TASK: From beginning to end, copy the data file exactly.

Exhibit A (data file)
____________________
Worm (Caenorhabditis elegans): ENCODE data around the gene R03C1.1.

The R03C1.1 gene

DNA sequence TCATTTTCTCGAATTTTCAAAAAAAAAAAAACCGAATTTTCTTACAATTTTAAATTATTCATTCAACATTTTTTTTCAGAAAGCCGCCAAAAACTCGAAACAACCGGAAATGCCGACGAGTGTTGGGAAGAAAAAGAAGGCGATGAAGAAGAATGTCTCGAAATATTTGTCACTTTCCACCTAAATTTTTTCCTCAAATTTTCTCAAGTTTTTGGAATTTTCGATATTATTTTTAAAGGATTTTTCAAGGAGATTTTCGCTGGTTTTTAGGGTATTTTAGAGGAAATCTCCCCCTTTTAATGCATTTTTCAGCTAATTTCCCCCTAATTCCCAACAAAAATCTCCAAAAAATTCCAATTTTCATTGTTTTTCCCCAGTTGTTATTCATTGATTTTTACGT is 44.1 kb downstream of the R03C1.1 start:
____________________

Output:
Worm (Caenorhabditis elegans): ENCODE data around the gene R03C1.1.

The R03C1.1 gene

DNA sequence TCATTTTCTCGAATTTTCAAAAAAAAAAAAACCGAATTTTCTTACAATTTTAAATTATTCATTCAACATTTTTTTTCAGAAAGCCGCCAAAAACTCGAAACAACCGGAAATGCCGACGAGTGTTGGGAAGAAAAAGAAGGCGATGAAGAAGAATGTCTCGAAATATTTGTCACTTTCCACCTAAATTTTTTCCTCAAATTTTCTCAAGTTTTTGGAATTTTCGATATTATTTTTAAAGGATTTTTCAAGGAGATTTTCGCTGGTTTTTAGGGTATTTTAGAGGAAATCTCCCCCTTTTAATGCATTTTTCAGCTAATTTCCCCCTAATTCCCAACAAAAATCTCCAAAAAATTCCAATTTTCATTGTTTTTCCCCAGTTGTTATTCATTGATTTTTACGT is 44.1 kb downstream of the R03C1.1 start: